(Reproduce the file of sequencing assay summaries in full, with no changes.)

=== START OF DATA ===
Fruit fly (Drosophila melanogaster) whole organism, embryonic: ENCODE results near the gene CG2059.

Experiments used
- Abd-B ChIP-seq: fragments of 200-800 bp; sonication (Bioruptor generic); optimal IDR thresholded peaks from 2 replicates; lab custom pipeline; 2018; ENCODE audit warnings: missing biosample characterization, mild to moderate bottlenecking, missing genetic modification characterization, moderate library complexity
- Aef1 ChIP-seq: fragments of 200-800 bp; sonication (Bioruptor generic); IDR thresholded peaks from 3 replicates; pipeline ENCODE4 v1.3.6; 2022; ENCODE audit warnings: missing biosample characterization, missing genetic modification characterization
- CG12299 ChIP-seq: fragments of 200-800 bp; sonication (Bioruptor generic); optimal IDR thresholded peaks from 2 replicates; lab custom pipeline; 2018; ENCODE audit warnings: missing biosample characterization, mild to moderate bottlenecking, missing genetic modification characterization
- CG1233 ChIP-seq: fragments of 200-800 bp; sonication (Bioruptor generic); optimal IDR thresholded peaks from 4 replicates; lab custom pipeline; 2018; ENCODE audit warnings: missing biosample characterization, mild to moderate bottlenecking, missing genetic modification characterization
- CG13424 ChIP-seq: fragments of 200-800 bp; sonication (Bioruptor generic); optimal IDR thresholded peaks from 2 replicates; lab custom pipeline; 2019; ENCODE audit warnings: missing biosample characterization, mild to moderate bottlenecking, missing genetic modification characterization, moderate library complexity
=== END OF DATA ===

Fruit fly (Drosophila melanogaster) whole organism, embryonic: ENCODE results near the gene CG2059.

Experiments used
- Abd-B ChIP-seq: fragments of 200-800 bp; sonication (Bioruptor generic); optimal IDR thresholded peaks from 2 replicates; lab custom pipeline; 2018; ENCODE audit warnings: missing biosample characterization, mild to moderate bottlenecking, missing genetic modification characterization, moderate library complexity
- Aef1 ChIP-seq: fragments of 200-800 bp; sonication (Bioruptor generic); IDR thresholded peaks from 3 replicates; pipeline ENCODE4 v1.3.6; 2022; ENCODE audit warnings: missing biosample characterization, missing genetic modification characterization
- CG12299 ChIP-seq: fragments of 200-800 bp; sonication (Bioruptor generic); optimal IDR thresholded peaks from 2 replicates; lab custom pipeline; 2018; ENCODE audit warnings: missing biosample characterization, mild to moderate bottlenecking, missing genetic modification characterization
- CG1233 ChIP-seq: fragments of 200-800 bp; sonication (Bioruptor generic); optimal IDR thresholded peaks from 4 replicates; lab custom pipeline; 2018; ENCODE audit warnings: missing biosample characterization, mild to moderate bottlenecking, missing genetic modification characterization
- CG13424 ChIP-seq: fragments of 200-800 bp; sonication (Bioruptor generic); optimal IDR thresholded peaks from 2 replicates; lab custom pipeline; 2019; ENCODE audit warnings: missing biosample characterization, mild to moderate bottlenecking, missing genetic modification characterization, moderate library complexity